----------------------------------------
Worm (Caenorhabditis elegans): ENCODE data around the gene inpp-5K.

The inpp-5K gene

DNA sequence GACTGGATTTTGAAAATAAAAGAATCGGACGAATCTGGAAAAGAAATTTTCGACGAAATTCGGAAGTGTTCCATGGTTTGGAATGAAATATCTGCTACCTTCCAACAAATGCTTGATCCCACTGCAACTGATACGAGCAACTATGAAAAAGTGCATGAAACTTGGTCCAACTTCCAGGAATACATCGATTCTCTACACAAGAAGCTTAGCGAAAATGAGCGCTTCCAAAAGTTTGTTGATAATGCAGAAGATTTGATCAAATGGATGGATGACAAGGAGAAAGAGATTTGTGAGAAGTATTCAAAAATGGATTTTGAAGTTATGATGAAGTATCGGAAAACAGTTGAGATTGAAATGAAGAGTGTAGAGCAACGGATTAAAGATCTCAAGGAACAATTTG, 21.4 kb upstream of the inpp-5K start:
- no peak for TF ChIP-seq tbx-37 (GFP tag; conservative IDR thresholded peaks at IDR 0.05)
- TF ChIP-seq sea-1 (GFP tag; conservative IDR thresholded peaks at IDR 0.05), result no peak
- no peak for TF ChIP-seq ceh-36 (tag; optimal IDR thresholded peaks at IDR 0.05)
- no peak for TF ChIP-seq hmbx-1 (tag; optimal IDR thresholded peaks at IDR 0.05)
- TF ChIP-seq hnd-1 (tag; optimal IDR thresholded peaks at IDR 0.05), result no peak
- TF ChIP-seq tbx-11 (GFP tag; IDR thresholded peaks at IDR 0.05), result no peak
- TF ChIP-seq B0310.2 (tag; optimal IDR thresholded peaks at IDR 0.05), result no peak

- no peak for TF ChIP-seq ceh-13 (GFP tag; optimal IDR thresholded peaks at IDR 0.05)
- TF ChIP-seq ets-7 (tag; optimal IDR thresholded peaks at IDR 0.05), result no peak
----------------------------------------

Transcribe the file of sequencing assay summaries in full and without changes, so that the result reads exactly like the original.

Worm (Caenorhabditis elegans): ENCODE data around the gene inpp-5K.

The inpp-5K gene

DNA sequence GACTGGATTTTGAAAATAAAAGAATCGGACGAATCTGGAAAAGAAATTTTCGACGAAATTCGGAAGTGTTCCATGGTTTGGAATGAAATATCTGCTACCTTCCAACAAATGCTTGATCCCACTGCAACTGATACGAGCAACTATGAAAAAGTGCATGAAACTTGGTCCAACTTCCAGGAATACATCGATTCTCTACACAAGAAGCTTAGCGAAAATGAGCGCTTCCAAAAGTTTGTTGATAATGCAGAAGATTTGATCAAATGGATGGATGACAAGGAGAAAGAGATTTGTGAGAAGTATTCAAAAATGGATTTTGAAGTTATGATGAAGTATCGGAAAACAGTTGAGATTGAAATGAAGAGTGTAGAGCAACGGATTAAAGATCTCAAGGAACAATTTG, 21.4 kb upstream of the inpp-5K start:
- no peak for TF ChIP-seq tbx-37 (GFP tag; conservative IDR thresholded peaks at IDR 0.05)
- TF ChIP-seq sea-1 (GFP tag; conservative IDR thresholded peaks at IDR 0.05), result no peak
- no peak for TF ChIP-seq ceh-36 (tag; optimal IDR thresholded peaks at IDR 0.05)
- no peak for TF ChIP-seq hmbx-1 (tag; optimal IDR thresholded peaks at IDR 0.05)
- TF ChIP-seq hnd-1 (tag; optimal IDR thresholded peaks at IDR 0.05), result no peak
- TF ChIP-seq tbx-11 (GFP tag; IDR thresholded peaks at IDR 0.05), result no peak
- TF ChIP-seq B0310.2 (tag; optimal IDR thresholded peaks at IDR 0.05), result no peak

- no peak for TF ChIP-seq ceh-13 (GFP tag; optimal IDR thresholded peaks at IDR 0.05)
- TF ChIP-seq ets-7 (tag; optimal IDR thresholded peaks at IDR 0.05), result no peak